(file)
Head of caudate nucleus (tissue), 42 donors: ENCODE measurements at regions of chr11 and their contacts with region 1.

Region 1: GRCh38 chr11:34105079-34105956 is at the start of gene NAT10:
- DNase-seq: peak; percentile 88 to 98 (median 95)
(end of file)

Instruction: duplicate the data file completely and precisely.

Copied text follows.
Head of caudate nucleus (tissue), 42 donors: ENCODE measurements at regions of chr11 and their contacts with region 1.

Region 1: GRCh38 chr11:34105079-34105956 is at the start of gene NAT10:
- DNase-seq: peak; percentile 88 to 98 (median 95)